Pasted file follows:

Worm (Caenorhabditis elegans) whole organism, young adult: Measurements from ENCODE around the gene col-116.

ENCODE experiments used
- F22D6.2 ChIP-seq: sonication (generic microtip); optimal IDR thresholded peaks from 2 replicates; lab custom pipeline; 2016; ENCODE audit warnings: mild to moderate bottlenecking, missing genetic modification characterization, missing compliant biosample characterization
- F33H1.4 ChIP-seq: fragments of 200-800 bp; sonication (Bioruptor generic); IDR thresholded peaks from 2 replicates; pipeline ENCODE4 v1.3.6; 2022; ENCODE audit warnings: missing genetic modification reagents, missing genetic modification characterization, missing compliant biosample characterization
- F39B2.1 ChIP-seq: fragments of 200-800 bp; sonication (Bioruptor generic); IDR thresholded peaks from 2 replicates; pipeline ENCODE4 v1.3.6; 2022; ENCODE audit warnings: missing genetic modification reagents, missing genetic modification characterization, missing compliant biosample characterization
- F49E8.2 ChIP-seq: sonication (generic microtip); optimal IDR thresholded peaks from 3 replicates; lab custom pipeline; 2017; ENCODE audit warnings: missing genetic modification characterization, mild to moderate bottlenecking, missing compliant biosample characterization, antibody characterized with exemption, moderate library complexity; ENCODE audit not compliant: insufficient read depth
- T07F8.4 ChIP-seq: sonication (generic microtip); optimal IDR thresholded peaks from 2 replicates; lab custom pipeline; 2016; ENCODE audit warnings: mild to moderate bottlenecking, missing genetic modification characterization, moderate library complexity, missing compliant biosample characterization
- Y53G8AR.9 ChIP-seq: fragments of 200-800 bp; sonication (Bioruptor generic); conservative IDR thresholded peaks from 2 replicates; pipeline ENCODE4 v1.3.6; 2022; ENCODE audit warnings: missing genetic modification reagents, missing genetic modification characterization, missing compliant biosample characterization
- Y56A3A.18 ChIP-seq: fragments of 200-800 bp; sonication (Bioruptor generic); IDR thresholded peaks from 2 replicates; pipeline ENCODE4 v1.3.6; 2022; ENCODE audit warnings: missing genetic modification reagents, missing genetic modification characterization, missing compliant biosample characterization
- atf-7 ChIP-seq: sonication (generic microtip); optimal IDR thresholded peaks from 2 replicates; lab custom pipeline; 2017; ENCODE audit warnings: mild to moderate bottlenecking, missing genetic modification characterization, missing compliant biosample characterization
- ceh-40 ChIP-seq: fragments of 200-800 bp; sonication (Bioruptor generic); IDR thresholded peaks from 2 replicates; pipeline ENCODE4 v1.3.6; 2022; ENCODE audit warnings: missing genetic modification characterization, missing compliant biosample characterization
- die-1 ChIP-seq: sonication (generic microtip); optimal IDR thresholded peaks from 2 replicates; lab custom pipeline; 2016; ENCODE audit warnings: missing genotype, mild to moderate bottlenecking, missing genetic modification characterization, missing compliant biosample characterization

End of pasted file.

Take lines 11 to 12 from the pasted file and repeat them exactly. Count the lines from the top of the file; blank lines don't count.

- ceh-40 ChIP-seq: fragments of 200-800 bp; sonication (Bioruptor generic); IDR thresholded peaks from 2 replicates; pipeline ENCODE4 v1.3.6; 2022; ENCODE audit warnings: missing genetic modification characterization, missing compliant biosample characterization
- die-1 ChIP-seq: sonication (generic microtip); optimal IDR thresholded peaks from 2 replicates; lab custom pipeline; 2016; ENCODE audit warnings: missing genotype, mild to moderate bottlenecking, missing genetic modification characterization, missing compliant biosample characterization